Blyes, a municipality which takes back the hand on its numerical

Blyes, a commune of 1500 inhabitants in the Ain plain, took advantage of a renovation operation of its town hall to completely review its approach to its digital architecture.


This project led by a visionary city council, chaired by Mayor Daniel Martin, will allow this municipality to regain full control of its digital infrastructure, in a responsible and local approach.

The town hall has not only migrated its entire architecture to a secure environment and continuously backed up on another micro-cloud, but is also able to provide cloud services to its citizens and economic actors in the town and surrounding areas, as well as interested local authorities.



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The city council owns the infrastructure, which is operated by Kloud’Ici, which markets the concept.
Kloud’Ici’s micro-cloud is a cabinet that takes up about 1 square meter of floor space and requires a power supply and a network outlet. As you can see from our photo on the left, it’s easy to set up, and yet it has all the makings of a big one! You might ask, what’s the difference with another cloud player, or even one of the giants of the sector? 

The answer lies in the 5 major issues addressed by the concept :

  • Metropolization ==> concentration of means and populations in one or a few places, with a de facto impoverishment of our territories, and this is also true for digital technology

  • The environment ==> concentration and energy crisis imposes challenges to access a more abundant decarbonized energy, with at the same time the need to be more economical with our resources


  • Cybersecurity ==> the threat is increasing, with more and more attacks on local authorities or small economic players, no one is safe. Resorting to big market players is not a guarantee. Multiplying the bases reinforces security, like the networking of a territory by clusters of micro-clouds.

  • The need for performance ==> The centralization and concentration of IT resources in a few places creates bottlenecks that greatly degrade performance. This effect is aggravated by the appearance of more and more needs related to the Internet of Things (smart city, industrial needs, etc…). Here again, the multiplication of multiple small entities, spreads the load and allows a greater resilience.

  • Digital sovereignty ==> need to control the origin of our hardware and software suppliers to protect ourselves from extraterritorial laws… Reassure citizens about where and how data is managed.

The key advantages that can be summarized for a territory, or a community wishing to adopt this concept, are the following :

  • The city council is the owner of its micro-cloud (what Kloud’Ici calls the level 1 client). It is therefore the owner of the land.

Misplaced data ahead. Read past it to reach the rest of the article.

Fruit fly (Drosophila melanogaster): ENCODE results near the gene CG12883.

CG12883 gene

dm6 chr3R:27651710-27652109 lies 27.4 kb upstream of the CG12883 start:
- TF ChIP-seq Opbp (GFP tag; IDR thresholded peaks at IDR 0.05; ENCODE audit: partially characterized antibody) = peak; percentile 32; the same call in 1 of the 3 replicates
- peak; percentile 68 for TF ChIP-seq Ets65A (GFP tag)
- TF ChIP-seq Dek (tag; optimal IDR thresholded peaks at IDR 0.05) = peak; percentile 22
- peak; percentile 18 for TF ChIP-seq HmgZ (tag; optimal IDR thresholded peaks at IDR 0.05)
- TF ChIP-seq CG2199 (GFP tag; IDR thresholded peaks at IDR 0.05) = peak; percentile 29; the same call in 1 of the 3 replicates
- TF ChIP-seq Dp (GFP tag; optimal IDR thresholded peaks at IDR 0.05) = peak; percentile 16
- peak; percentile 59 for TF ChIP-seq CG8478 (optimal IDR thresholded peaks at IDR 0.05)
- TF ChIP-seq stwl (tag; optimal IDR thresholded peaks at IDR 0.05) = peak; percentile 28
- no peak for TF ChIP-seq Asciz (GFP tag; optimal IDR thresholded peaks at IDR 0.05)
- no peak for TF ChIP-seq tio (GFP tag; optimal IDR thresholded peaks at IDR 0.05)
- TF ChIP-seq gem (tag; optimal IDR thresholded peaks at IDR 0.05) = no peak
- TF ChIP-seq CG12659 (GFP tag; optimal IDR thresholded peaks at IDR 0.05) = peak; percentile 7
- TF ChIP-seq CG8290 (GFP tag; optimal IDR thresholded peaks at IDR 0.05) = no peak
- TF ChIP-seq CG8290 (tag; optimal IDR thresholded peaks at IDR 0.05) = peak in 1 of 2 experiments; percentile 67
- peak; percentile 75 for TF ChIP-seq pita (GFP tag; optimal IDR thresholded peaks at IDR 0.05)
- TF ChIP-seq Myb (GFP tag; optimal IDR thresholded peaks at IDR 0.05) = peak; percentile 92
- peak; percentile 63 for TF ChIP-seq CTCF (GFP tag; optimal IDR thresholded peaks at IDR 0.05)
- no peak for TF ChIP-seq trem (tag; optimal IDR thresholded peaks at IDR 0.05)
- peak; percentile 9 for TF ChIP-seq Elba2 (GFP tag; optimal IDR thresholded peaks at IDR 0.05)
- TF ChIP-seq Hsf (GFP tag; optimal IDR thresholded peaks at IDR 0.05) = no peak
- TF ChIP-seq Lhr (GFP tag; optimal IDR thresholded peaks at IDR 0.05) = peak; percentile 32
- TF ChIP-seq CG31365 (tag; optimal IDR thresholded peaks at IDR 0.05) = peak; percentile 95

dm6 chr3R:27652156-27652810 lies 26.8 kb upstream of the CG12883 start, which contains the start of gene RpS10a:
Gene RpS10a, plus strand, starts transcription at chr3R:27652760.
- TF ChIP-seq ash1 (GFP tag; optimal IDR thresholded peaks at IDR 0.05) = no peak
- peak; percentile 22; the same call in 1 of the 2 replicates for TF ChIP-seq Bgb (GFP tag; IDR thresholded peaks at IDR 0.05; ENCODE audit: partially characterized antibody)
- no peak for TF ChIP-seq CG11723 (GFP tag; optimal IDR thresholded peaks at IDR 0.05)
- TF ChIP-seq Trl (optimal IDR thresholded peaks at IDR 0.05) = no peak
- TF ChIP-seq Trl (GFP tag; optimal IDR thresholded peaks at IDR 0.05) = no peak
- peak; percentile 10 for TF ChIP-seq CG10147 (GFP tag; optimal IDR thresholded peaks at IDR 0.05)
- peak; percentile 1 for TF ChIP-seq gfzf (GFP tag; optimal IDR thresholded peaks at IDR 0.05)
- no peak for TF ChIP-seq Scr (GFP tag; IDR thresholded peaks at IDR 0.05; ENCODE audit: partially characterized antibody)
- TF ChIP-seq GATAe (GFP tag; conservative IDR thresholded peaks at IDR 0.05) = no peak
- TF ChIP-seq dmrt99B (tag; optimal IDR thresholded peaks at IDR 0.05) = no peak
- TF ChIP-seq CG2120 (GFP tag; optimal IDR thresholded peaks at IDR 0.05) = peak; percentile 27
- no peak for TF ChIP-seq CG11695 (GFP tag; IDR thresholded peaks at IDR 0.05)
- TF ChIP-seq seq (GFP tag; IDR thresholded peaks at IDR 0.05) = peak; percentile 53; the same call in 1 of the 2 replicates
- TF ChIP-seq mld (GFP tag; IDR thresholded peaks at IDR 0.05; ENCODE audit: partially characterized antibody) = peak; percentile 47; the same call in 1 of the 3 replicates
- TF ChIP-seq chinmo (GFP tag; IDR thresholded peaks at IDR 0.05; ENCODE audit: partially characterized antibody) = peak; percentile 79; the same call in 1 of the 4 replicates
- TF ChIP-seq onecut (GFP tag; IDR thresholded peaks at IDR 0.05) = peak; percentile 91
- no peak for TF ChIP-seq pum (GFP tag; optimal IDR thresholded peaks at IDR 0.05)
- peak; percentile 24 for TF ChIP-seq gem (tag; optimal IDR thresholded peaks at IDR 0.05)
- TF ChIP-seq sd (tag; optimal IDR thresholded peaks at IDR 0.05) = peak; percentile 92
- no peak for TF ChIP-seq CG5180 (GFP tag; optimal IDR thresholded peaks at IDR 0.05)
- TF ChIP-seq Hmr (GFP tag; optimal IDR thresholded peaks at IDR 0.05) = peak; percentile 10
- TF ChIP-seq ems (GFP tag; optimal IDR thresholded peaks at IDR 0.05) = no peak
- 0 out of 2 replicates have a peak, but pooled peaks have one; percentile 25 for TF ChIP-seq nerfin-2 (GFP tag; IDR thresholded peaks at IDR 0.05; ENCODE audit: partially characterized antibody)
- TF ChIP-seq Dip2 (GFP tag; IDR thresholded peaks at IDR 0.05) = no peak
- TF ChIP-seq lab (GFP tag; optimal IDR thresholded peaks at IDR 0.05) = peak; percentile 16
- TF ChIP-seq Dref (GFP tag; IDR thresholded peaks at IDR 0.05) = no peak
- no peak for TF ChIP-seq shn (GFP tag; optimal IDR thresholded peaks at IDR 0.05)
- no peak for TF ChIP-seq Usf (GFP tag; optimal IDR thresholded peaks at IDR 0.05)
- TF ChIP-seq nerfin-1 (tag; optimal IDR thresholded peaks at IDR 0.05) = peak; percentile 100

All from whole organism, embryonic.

• Like any landowner, the city hall receives a “rent” from Kloud’Ici, which charges for the services it provides.

  • The city council can offer services through Kloud’Ici to local economic actors and associations (on the same principle as renting a community hall), these are the so-called level 2 clients.

  • Kloud’Ici ensures the maintenance and sustainability of the micro-cloud.

  • The consumption of the micro-cloud is 500W, it can be powered by renewable energy, we are on reasoned consumption and in line with current concerns that they are environmental or energy costs.

  • The cabinets are made of partly recycled materials always in a responsible and sustainable approach.

  • This proposal gives back digital autonomy to the territory.

  • The services that can be offered are also assets to revitalize and attract companies to the territory.

  • It is possible to consider offering (at a cost) an e-mail service to each inhabitant with a personalized address with the name of the commune for example, and we can imagine new uses allowing a simplification of communications.

The launch of this project in Blyes is inspiring in more ways than one, and demonstrates the extreme vitality of our territories too often ignored by our metropolises and centralized political organizations. This initiative shows that thanks to digital technology, it is possible to make our regions more attractive. It is the very example of a project that allows us to lay the first bricks of a reindustrialization of our country, by providing local solutions of efficient, responsible and resilient digital infrastructures!
And in the same movement, this will allow territories to offer new services tailored to the population of its territory and closer to the needs of this population.
We are witnessing here, a community taking back control of its digital environment, thus gaining its digital autonomy!
This is a project to be followed over time, in order to be able to share with you all the benefits that will come from its use and the service projects that could be offered to the local actors of the territories concerned!


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